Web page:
La Gioconda – Cielo e mar
Adriana Lecouvreur – La dolcissima effigie sorridente; L’anima ho stanca
Il giuramento – La dea di tutti i cor!; Compita è omai … Fu celeste quel contento
Mefistofele – Dai campi, dai prati; Giunto sul passo estremo
Maristella – Io conosco un giardino
Fosca – Intenditi con Dio! … Ah! Se tu sei fra gli angeli
Simon Boccanegra – O inferno! Amelia qui! … Sento avvampar
Poliuto – Veleno è l’aura ch’io respiro! … Sfolgorò divino raggio
Il figliuol prodigo – Il padre! Il padre mio! … Tenda natal
Luisa Miller – Oh! fede negar potessi … Quando le sere al placido; L’ara o l’avello apprestami
Rolando Villazón (tenor)
Coro Sinfonico di Milano Giuseppe Verdi
Orchestra Sinfonica di Milano Giuseppe Verdi
Recorded March 2007 in Auditorium, Milan
Reviewed by: Richard Nicholson
Reviewed: July 2008
CD No: DG 477 7224
Duration: 57 minutes
Rolando Villazón’s first solo recital for Deutsche Grammophon is billed as a collection of “buried treasure”, unfamiliar Italian arias. However, most are conventional recital fodder for a lyric tenor. An interview is included in the booklet. According to this, the others are the fruits of the singer’s research into lesser-known corners of the operatic repertoire. The qualification was whether they moved him. The evidence for that is quite clear in the whole-hearted commitment with which Villazón performs what is not always very distinguished music.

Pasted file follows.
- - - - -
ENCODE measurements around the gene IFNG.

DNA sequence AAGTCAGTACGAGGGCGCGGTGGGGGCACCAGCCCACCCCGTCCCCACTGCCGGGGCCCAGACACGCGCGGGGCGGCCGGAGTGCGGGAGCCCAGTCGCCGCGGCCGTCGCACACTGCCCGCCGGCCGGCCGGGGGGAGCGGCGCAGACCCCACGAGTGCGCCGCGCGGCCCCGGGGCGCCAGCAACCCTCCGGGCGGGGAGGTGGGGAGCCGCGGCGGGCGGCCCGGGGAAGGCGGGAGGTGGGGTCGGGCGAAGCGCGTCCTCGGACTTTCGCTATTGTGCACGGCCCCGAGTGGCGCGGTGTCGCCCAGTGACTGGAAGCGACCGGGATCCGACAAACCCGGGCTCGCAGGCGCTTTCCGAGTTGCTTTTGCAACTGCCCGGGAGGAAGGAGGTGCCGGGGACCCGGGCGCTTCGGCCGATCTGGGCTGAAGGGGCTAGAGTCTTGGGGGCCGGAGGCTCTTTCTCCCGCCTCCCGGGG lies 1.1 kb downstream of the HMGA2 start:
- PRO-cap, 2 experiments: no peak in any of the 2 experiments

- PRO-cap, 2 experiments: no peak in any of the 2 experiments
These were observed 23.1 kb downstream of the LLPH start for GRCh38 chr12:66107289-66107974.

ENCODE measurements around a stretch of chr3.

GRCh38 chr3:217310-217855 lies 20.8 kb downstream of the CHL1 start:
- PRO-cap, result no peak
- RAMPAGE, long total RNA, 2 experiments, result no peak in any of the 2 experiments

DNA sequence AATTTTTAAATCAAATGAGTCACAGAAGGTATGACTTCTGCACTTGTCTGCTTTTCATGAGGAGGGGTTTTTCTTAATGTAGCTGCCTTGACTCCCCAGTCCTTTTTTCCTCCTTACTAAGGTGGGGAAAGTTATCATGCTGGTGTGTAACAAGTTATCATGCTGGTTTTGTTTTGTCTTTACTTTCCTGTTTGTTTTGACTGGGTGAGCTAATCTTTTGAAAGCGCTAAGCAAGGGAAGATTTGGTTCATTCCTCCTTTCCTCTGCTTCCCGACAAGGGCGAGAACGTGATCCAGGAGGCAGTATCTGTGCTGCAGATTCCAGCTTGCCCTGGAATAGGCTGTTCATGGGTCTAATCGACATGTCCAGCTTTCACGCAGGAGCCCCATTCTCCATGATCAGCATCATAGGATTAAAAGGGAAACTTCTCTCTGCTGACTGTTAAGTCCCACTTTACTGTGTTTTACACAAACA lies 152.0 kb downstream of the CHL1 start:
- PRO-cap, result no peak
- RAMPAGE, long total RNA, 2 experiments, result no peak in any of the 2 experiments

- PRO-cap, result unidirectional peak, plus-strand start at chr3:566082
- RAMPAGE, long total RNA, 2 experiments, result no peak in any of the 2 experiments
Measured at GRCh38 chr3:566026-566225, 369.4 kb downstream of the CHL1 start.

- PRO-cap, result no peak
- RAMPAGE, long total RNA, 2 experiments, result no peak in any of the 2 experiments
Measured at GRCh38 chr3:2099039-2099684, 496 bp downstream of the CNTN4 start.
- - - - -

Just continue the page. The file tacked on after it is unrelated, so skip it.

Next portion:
The contents of the disc are thoughtfully constructed. Amidst the hype, Villazón reveals the planning behind the selection and ordering of the arias, as well as his approach to the varying styles. Thematically his intention is to progress from an idealistic vision of love to the disillusionment and suffering it can bring, while stylistically he makes a journey from lyricism to abandon as he moves from bel canto to verismo.
The opening offering is ‘Cielo e mar’, a recital favourite, though the opera “La Gioconda” is a rarity in the theatre. The role of the pirate Enzo has been performed by many of the strong lyric tenors. There is something rather throaty in Villazón’s tone production, and the rendition is routine. The prominence of the orchestra at the climax, contesting the centre of attention with the voice, is a typical feature of the recording.
The first short solo, ‘La dolcissima effigie’, from Cilea’s best-known opera is treated as a display-piece and occupies for the most part a high dynamic level. Cilea scatters single and double piano markings from beginning to end but both Villazón, and Daniele Callegari, and then contrarily repeat the dose at the end. The singer’s phrase “Bella tu sei” should provide a soft contrast but this function is neglected. Some tenderness should punctuate this excess of fervour.